Welcome back from Friday’s article. As a fan of long suffering professional sports teams (Vikings, Twins, Mariners) I had the opportunity to watch Randy Johnson’s epic relief appearance in game 5 of 1995’s ALDS.
Randy also helped Geico sell some insurance with this snowball (not quite a baseball sized hail chunk): https://video.search.yahoo.com/search/video?fr=crmas&p=randy+Johnson+throwing+snowball+commercial#id=1&vid=2f0c9212ab8080ee8ad0b4b53361f2a3&action=click
Randy was clocked throwing a 5.25 ounce baseball at up to 102 mph (miles per hour). A 1-1/2 pound hailstone will travel at speeds up to 105 mph – basically impacting whatever is in its way with nearly 3-1/2 times the force of a Randy Johnson fastball!
At this point in time, there is no solution providing a completely hail resistant roofing solution. No traditional roofing materials can come away from these types of hail stones without being dented or damaged. While there are suitable measures able to be taken to prevent damages from most hailstorms, largest hailstones will cause damage to even the most durable of roofing systems.
In order to understand how well a roofing material will hold up against hail, it is first important to understand how these materials are judged. A common test for measuring roofing material effectiveness against hail damage would be UL 2218: Standard for Impact Resistance of Prepared Roof Covering Materials. This test uses a steel ball to impact various locations on a particular assembly including edges, seams or unsupported joints or sections. While this test provides maybe a best gauge of how a roof will hold up against a hail storm, a steel ball is not a hailstone, and even this extensive test does not guarantee a material or product will hold up against a severe hail storm.
Fortunately, baseball-sized hailstones don’t happen every day. In a majority of instances, a Class 4 UL 2218 rating will be sufficient in protecting your barndominium from roof penetration due to a hail storm. A Class 4 test involves a steel ball weighing 1-2 pounds being dropped from a height of 12 to 20 feet on an assembly’s same location. This is considered by most professionals (and insurance companies) as the highest level of protection a roof covering material can provide.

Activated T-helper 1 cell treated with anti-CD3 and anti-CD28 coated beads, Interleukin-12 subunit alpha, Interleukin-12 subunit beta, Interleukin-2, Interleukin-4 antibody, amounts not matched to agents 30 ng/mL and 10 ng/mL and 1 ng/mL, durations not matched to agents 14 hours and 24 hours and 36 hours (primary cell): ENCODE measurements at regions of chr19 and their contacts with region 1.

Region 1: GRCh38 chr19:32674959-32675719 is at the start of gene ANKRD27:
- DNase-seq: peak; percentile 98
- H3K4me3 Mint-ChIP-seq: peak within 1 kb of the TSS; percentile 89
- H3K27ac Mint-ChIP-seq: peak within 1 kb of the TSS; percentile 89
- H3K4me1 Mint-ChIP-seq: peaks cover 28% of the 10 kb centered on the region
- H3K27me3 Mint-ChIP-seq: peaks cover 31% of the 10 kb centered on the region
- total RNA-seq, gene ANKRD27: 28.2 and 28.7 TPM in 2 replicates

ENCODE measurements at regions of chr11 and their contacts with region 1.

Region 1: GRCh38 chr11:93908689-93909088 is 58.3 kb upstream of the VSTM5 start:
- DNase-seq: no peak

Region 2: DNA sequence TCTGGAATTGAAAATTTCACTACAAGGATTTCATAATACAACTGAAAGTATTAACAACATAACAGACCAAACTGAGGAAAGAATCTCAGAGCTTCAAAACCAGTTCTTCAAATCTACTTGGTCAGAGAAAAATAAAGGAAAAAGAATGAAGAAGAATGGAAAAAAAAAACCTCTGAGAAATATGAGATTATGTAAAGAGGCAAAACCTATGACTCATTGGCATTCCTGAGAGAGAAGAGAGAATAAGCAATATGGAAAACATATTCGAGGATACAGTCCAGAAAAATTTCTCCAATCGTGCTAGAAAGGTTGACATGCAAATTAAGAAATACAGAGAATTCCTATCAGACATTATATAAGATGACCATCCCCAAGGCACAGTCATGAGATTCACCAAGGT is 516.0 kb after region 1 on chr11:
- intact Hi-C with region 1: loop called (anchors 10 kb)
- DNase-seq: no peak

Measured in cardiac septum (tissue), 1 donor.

While UL 2218 (and other testing standards) measures abilities of a material to stand up to rips, tears, holes and penetrating issues, it does not consider a material’s visual appearance once testing is complete. In other words, your roof may still be 100% structurally sound after a severe hail storm, but could also look like someone took a baseball bat to every inch of your roof. Beyond a visual nuisance, some insurance companies who provide a discount for metal roofing will not cover cosmetic damage caused by hail as your roof is still intact and structurally sound.
To minimize cosmetic damage, take into account panel design. Many standing seam metal roofs have large, flat surfaces showing smaller imperfections due to their smooth uniform appearance. Breaking up a standing seam panel with striations or ribs will help minimize visual impact of dents, as well as help with expansion and contraction in areas prone to temperature swings.
A common misconception when it comes to protecting a structure against hail damage is steel roofing thickness. While thicker steel can be better at preventing dents and surface damage, provided it is not softer, it is also often less flexible than a thinner material. Thinner steel panels may dent easier, but are less likely to tear. While most metal panels ranging from 22 to 29 gauge steel offer a relatively similar level of protection, there is a difference in how each thickness will perform against different aspects of a hail impact.
An important factor in choosing a roofing envelope able to hold up to most hail storms includes selecting the right underlayment material. Like visible roof coverings, underlayment materials are also tested for impacts. Often people spend a significant amount of time carefully choosing their roof system covering, without ever considering this second layer of defense. Underlayments can not only help protect your barndominium from impact, but are also tested for water, air and fire ratings.
Ultimately there are a number of factors to consider when choosing a roof to help hold up against severe hail storms. Choosing the right materials and speaking to your insurance company about actual coverage of your plan are among the most important choices to make.
Tips for designing a hail resistant roofing include maintaining a minimum roof slope of 6:12 and/or using roof decking (well supported plywood sheathing) and a tested underlayment.
Do your research – speak to professionals about your options, and make decisions on those factors most meaningful to you and your new barndominium.
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